As the two cultures grow apart Czech TV dubs Slovak serial for first time

Zachranari, photo:

Czech and Slovak were both the official languages of Czechoslovakia; prior to the country's split in 1993, Czechs and Slovaks were regularly exposed to each other's languages and had no problems whatsoever understanding one another. Now, though, Czechs at least are no longer finding it so easy to understand their former federal brothers, and - for the first time - Czech public television has dubbed a Slovak serial.

Zachranari, photo:
The Slovak-produced serial Zachranari (Mountain Rescuers in English) is the first programme for adults Czech Television has felt the need to dub from the original Slovak. Martin Krafl is Czech TV's spokesman; he says that the decision to dub Zachranari was made with the younger generation in mind.

"We don't have any special market research, but we have feedback from our viewers, because they write us letters and emails. And we've just recognised in the last one or two years that the young generation have problems understanding Slovak. And we know it of course from young parents."

Karel Oliva of the Institute for the Czech Language concedes that some young Czechs would have trouble understanding Slovak.

"They were at the very beginning of their school career when Czechoslovakia decided into the Slovak part and the Czech part. Then they really might have problems understanding everything because they are not exposed to the Slovak language in their childhood, or in their school years."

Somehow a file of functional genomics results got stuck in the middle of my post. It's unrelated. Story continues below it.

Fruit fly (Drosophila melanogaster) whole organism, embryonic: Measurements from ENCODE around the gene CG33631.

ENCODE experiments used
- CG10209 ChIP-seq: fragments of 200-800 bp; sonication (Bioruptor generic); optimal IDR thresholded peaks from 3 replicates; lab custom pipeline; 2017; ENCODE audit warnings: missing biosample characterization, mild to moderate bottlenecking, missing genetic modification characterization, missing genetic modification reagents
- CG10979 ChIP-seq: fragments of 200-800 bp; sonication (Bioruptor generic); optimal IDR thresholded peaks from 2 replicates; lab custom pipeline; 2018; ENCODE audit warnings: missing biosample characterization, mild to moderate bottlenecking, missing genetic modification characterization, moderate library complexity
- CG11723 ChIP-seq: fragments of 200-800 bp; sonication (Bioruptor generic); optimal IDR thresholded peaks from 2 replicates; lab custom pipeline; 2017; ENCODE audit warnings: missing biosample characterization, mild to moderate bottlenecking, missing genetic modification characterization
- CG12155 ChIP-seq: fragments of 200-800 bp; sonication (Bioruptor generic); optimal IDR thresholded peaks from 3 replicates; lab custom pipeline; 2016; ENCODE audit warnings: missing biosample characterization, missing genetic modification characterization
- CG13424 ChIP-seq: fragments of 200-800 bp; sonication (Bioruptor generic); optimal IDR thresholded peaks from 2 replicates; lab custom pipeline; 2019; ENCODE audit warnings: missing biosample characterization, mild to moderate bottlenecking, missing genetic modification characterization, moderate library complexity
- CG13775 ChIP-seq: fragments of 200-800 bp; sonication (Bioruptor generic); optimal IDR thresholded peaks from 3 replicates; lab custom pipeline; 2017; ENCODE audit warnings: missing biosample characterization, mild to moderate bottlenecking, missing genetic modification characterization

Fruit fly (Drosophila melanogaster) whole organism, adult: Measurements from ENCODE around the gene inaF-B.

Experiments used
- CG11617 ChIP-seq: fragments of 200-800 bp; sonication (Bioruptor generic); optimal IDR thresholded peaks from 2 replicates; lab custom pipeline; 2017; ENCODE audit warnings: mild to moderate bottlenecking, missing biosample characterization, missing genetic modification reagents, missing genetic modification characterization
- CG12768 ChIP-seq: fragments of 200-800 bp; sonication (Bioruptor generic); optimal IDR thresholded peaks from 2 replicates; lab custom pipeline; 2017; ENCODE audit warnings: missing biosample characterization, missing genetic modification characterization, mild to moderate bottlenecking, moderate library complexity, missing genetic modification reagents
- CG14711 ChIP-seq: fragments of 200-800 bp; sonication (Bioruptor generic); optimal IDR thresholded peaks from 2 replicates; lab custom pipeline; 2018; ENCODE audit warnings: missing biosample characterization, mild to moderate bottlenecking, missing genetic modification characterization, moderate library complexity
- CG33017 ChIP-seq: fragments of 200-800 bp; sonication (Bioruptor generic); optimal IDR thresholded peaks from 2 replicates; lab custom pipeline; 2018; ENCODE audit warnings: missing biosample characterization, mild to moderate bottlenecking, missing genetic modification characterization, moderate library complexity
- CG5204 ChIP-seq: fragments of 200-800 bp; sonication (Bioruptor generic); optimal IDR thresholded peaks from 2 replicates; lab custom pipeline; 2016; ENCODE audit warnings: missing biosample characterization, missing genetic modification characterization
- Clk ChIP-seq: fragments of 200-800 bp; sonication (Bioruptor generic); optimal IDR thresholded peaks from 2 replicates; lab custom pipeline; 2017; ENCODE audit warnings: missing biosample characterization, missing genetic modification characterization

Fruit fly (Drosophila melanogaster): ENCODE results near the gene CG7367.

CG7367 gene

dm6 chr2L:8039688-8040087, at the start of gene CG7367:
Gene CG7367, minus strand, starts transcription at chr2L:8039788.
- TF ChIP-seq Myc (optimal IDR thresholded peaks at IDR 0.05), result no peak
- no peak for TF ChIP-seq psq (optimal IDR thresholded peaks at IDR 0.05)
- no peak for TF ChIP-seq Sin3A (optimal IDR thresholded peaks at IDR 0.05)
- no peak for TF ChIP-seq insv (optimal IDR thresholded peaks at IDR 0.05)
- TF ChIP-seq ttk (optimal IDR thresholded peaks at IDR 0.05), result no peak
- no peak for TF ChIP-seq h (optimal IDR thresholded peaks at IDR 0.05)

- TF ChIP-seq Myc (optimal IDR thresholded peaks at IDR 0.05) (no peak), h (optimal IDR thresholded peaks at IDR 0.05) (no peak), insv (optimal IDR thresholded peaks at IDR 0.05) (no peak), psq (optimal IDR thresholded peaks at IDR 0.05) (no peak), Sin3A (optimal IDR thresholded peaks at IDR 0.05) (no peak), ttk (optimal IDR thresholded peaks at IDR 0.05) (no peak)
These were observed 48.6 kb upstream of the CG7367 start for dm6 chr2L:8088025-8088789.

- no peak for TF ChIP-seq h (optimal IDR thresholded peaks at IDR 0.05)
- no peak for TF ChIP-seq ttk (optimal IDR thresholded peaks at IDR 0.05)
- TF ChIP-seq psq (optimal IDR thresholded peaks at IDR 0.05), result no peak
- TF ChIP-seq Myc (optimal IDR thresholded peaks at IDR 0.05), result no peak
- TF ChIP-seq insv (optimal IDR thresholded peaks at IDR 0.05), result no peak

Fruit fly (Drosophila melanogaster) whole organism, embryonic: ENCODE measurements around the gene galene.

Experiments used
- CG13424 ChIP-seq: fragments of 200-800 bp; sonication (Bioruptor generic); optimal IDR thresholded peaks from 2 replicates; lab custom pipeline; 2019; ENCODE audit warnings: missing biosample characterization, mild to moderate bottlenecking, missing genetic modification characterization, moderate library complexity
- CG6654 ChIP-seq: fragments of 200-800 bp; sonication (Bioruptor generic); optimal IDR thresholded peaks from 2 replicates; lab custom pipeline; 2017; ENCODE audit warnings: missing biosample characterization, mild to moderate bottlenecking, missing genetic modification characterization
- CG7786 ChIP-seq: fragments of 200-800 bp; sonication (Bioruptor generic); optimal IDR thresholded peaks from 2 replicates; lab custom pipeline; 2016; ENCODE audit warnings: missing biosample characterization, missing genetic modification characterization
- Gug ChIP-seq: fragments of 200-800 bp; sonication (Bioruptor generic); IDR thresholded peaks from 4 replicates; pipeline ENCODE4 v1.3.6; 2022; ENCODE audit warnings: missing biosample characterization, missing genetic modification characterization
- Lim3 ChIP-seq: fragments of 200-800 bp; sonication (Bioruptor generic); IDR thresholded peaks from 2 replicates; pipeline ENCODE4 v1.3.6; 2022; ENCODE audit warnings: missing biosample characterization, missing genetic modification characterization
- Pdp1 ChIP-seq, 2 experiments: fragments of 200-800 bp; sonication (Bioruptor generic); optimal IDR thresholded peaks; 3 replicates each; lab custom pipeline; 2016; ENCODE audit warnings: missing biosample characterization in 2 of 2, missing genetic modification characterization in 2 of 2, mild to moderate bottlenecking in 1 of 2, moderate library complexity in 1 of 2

But that said, Karel Oliva finds research suggesting up to one third of Czechs aged around 20 find Slovak hard to understand a little hard to believe.

"This is generally exaggerated because what they don't understand is the - I don't know, 500 maybe - words which are really different between Czech and Slovak, and they really have to learn them."

Some Czech people I've spoken to are saddened by the news that Czech Television is dubbing a Slovak serial - do you understand that sadness?

"Yes, I understand the sadness. And I would say it has at least two reasons. One is nostalgia. And the other is that it's absolutely, according to my standards, it's absolutely unnecessary, and, according to my opinion, an economical loss for Czech TV."

So it's a waste of money you think?

"Oh...for political reasons I would not formulate it as sharply as this, as you put it, but basically yes (laughs)."

For their part Czech TV say dubbing from Slovak is a lot cheaper, and easier, than from other languages.

And finally an ironic twist: one of the actresses in Zachranari is from Prague; she spoke Slovak during filming, and later dubbed herself into Czech.